WASHINGTON – The House of Representatives voted Tuesday to ban taxpayer funding for abortion through the Affordable Care Act.
The majority Republican House voted 227 to 188 on the “No Taxpayer Funding for Abortion Act,” proposed by Rep. Chris Smith,R-N.J.,following much debate on the morals of using federal money for abortion coverage and the availability of insurance plans that cover the procedure.
“It is unfair to force every American to pay for abortion,” Rep. Renee Ellmers,R-N.C.,said. “H. R. 7 is as much about protecting the taxpayer as it is about protecting the unborn.”
Republicans insisted the bill is a permanent version of the 1976 Hyde Amendment,which bans federal money from being spent on abortion. The Hyde Amendment has to be renewed periodically.
Like the Hyde amendment,the bill would allow federally funded abortion only in the cases of rape,incest or danger to the mother’s life.
“Abortion is part of Obamacare,” Rep. Michele Bachmann,R-Minn.,said. “No one should be forced to violate their conscience and pay for abortion.”
Democrats backed the Affordable Care Act’s provision that allows women to get insurance that would cover abortions.
“We are voting to limit health-care provisions,” Rep. Nancy Pelosi,D-Calif.,and House minority leader,said. “This bill is disrespectful of women’s judgment and is a waste of the House’s time.”
Before a bill goes to the House floor,it must go through the Rules Committee,which proposes the final language and must approve any amendments that will be debated by the full House.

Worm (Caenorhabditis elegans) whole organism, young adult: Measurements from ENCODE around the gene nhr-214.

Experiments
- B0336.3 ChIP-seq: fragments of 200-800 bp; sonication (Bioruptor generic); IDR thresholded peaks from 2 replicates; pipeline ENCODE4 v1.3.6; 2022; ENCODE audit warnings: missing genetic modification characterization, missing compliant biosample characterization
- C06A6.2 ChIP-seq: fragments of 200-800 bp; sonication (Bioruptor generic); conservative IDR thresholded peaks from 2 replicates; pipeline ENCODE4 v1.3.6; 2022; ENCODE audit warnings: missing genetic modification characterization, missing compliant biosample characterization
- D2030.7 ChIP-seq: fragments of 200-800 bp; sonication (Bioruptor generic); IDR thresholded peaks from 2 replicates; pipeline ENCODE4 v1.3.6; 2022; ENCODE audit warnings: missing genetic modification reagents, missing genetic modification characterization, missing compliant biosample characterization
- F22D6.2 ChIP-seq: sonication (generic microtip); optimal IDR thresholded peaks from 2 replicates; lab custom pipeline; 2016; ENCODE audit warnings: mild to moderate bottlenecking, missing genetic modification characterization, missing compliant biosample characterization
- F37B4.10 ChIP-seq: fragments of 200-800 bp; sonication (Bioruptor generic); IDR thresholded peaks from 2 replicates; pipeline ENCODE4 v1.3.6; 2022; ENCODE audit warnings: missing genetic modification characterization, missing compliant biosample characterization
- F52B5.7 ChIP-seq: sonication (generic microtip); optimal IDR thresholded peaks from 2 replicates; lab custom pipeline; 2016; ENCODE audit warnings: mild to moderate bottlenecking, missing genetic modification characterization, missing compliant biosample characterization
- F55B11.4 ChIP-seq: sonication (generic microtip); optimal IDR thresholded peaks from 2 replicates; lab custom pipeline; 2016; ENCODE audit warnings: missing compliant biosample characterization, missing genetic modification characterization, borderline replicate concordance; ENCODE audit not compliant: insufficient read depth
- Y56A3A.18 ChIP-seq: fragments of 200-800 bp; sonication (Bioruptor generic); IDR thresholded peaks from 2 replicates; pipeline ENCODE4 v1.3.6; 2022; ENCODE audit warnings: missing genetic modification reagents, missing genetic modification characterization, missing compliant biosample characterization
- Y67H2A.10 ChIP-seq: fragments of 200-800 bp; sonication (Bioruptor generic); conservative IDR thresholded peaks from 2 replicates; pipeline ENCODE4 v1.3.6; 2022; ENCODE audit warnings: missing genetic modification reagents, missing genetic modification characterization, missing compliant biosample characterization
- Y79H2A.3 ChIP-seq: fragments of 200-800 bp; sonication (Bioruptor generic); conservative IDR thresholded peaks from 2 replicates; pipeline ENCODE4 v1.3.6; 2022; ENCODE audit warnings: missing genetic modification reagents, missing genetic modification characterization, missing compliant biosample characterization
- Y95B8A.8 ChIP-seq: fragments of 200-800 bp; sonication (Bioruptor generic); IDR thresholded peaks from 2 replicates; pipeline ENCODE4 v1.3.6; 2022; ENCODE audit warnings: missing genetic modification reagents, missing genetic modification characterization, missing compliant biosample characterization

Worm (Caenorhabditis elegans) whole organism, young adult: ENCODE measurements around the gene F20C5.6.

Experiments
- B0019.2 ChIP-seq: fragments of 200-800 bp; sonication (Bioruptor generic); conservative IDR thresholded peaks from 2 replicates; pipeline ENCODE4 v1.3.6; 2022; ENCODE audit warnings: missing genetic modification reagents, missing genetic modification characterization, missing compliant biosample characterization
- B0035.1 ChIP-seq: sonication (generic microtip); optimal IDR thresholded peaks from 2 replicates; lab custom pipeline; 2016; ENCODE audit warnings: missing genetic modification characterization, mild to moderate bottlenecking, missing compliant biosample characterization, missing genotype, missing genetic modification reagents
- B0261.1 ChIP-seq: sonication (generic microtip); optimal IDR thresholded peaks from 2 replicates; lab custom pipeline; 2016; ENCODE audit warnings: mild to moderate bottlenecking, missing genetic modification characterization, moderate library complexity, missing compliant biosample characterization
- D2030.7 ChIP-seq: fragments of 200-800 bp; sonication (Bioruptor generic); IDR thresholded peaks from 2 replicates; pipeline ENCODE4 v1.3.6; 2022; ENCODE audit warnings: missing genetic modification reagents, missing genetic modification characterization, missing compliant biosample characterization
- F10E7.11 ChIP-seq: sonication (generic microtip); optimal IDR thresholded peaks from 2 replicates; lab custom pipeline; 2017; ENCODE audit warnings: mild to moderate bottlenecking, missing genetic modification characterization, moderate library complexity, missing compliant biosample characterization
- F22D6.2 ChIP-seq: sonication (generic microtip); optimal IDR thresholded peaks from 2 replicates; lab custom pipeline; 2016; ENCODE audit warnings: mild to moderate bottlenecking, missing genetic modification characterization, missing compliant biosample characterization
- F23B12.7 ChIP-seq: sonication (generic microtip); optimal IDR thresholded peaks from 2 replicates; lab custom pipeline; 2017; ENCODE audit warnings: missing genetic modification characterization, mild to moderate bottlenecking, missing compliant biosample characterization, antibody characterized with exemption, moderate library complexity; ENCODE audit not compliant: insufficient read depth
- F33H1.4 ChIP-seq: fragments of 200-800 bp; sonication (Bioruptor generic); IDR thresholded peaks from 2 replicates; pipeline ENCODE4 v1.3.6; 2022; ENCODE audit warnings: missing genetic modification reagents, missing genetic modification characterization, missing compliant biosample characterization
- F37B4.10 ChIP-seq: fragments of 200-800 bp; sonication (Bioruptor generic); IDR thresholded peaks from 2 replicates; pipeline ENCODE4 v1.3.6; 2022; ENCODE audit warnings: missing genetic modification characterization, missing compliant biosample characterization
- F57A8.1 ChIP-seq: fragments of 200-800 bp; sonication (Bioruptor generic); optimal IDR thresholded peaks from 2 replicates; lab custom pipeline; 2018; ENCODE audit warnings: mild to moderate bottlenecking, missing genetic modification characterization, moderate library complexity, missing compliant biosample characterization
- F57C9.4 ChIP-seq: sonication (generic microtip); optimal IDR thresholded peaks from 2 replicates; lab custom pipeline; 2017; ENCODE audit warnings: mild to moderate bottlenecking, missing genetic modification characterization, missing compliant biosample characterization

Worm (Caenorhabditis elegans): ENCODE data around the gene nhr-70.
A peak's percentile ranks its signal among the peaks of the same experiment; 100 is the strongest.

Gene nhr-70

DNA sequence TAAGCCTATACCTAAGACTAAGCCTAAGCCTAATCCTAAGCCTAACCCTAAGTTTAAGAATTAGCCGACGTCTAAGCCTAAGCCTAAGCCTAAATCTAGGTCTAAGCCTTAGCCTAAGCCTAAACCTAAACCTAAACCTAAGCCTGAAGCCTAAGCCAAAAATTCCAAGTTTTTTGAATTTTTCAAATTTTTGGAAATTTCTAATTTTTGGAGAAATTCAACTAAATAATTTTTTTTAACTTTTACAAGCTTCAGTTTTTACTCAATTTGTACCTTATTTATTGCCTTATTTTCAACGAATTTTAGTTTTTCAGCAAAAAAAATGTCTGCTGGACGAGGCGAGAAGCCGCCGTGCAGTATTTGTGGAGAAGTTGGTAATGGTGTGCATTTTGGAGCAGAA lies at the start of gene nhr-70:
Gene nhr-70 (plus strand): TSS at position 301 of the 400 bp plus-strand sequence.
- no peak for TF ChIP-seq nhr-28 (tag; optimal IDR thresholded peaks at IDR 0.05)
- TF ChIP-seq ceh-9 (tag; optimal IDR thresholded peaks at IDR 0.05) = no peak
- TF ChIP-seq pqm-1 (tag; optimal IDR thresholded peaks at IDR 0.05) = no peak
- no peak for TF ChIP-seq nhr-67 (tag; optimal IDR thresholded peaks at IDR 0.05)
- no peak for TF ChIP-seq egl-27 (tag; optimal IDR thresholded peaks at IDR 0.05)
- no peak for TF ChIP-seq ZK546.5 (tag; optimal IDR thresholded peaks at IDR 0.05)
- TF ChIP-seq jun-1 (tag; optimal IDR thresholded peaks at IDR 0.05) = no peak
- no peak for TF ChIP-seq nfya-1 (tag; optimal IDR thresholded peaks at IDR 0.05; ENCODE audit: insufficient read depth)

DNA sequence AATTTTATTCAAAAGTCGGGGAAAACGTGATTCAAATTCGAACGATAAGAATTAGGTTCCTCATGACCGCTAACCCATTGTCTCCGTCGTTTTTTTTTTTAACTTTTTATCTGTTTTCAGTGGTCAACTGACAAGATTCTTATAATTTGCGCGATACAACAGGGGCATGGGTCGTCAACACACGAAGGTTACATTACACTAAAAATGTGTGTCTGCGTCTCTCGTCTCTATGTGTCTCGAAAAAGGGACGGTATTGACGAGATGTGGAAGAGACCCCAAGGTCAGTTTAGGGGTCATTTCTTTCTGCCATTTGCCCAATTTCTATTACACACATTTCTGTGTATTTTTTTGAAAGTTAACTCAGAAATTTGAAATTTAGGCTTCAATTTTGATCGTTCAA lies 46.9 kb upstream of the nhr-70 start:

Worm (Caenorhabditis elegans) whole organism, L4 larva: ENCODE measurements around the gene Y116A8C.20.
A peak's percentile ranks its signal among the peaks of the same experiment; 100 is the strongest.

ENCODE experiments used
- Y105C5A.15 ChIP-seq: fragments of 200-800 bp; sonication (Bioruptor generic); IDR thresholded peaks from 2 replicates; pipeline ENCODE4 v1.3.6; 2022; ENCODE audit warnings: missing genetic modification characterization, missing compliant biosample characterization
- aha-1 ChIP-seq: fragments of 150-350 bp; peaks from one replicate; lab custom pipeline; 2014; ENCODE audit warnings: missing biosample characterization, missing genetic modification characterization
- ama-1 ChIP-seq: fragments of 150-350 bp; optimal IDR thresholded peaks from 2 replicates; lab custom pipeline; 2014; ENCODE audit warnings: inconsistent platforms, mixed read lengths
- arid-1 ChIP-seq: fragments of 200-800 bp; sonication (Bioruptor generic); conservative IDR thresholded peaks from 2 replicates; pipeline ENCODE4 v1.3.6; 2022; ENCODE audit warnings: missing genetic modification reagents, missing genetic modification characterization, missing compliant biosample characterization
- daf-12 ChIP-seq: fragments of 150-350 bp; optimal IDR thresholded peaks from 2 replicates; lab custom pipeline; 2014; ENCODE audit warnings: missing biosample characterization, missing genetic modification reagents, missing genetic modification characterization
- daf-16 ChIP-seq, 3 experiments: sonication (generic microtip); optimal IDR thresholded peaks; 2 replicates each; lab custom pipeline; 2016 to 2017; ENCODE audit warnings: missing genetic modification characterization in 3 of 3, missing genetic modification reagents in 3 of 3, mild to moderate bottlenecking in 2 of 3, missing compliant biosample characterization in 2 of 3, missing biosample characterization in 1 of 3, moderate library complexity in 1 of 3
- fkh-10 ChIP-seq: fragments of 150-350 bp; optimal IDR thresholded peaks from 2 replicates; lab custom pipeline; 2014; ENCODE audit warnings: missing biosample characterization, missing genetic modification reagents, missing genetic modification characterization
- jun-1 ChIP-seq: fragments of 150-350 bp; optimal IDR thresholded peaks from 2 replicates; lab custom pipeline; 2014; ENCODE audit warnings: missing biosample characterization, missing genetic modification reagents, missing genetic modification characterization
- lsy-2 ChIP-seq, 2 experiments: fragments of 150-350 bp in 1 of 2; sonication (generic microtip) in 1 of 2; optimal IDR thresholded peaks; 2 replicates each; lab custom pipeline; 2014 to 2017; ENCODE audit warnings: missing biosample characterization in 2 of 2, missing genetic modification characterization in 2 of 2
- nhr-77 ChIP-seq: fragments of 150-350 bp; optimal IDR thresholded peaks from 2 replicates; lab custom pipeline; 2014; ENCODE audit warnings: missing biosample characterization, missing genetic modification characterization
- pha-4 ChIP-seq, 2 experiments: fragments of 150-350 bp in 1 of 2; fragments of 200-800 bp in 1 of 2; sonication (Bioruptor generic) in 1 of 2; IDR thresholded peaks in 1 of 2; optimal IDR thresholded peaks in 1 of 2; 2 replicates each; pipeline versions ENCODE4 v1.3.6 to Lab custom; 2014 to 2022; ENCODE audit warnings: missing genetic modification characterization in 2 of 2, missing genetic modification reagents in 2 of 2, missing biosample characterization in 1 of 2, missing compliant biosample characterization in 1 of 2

Democrats tried to add amendments to the bill at the committee’s meeting Monday evening,but were unsuccessful.
“It’s called the ‘No Taxpayer Funding for Abortion Act,’ but it,in fact,has nothing to do with taxpayers and everything to do with chipping away at women’s rights to reproductive health,” Rep. Diana DeGette,D-Colo.,said. She wanted the committee to drop the bill.
Rep. Jerrold Nadler,D-N.Y,questioned why the committee was willing to allow tax-exempt organizations to offer insurance policies that do not cover abortion while businesses have to provide coverage.
“If we adopt this new principle,that granting tax relief is in fact federal funding,then how can tax exemptions for churches not be considered federal funding?” he said. “And how can federal taxes for churches,which is considered federal funding,not be violate the establishment clause of the First Amendment?”
The Obama administration expressed its opposition to the bill hours before the president made his State of the Union address.
“The legislation would intrude on women’s reproductive freedom and access to health care; increase the financial burden on many Americans; unnecessarily restrict the private insurance choices that consumers have today; and restrict the District of Columbia’s use of local funds,which undermines home rule,” the Office of Management and Budget said in a statement.
The bill now goes to the Senate.
Reach reporter Caitlin Turner at [email protected] or 202-326-9865. SHFWire stories are free to any news organization that gives the reporter a byline and credits the SHFWire.